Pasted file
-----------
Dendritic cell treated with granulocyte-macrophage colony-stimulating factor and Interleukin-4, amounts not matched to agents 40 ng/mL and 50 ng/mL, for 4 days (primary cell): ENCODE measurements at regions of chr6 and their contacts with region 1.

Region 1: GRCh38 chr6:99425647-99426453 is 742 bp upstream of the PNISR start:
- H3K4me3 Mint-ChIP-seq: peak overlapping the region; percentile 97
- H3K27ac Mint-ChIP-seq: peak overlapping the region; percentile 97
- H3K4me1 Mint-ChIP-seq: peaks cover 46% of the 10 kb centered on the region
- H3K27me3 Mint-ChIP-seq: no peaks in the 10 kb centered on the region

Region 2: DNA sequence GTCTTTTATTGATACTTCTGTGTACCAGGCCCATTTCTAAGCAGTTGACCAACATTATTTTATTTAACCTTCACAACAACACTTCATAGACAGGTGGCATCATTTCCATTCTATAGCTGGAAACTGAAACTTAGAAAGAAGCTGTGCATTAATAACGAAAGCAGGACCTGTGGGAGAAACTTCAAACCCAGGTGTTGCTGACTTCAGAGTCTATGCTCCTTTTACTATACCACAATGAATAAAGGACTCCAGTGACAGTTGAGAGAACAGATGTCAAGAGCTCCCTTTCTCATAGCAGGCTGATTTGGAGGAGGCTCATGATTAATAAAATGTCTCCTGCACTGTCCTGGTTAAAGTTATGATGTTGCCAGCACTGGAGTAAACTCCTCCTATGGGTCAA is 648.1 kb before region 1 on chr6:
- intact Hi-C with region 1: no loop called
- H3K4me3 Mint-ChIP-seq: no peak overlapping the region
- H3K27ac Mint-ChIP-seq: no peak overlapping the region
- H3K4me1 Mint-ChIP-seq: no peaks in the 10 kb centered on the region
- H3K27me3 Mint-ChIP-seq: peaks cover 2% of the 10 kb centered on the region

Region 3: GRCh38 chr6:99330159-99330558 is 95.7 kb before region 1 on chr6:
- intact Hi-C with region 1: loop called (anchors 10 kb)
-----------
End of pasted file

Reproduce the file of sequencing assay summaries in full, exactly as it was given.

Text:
Dendritic cell treated with granulocyte-macrophage colony-stimulating factor and Interleukin-4, amounts not matched to agents 40 ng/mL and 50 ng/mL, for 4 days (primary cell): ENCODE measurements at regions of chr6 and their contacts with region 1.

Region 1: GRCh38 chr6:99425647-99426453 is 742 bp upstream of the PNISR start:
- H3K4me3 Mint-ChIP-seq: peak overlapping the region; percentile 97
- H3K27ac Mint-ChIP-seq: peak overlapping the region; percentile 97
- H3K4me1 Mint-ChIP-seq: peaks cover 46% of the 10 kb centered on the region
- H3K27me3 Mint-ChIP-seq: no peaks in the 10 kb centered on the region

Region 2: DNA sequence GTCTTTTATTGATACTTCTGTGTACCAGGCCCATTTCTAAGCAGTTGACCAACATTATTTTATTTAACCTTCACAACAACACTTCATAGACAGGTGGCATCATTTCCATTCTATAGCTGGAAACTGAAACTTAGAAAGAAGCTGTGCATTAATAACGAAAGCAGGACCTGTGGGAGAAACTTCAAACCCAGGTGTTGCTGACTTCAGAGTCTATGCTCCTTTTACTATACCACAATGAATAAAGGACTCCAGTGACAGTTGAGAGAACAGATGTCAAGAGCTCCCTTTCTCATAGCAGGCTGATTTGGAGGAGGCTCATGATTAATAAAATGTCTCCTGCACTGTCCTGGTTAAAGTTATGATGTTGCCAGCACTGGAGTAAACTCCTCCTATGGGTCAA is 648.1 kb before region 1 on chr6:
- intact Hi-C with region 1: no loop called
- H3K4me3 Mint-ChIP-seq: no peak overlapping the region
- H3K27ac Mint-ChIP-seq: no peak overlapping the region
- H3K4me1 Mint-ChIP-seq: no peaks in the 10 kb centered on the region
- H3K27me3 Mint-ChIP-seq: peaks cover 2% of the 10 kb centered on the region

Region 3: GRCh38 chr6:99330159-99330558 is 95.7 kb before region 1 on chr6:
- intact Hi-C with region 1: loop called (anchors 10 kb)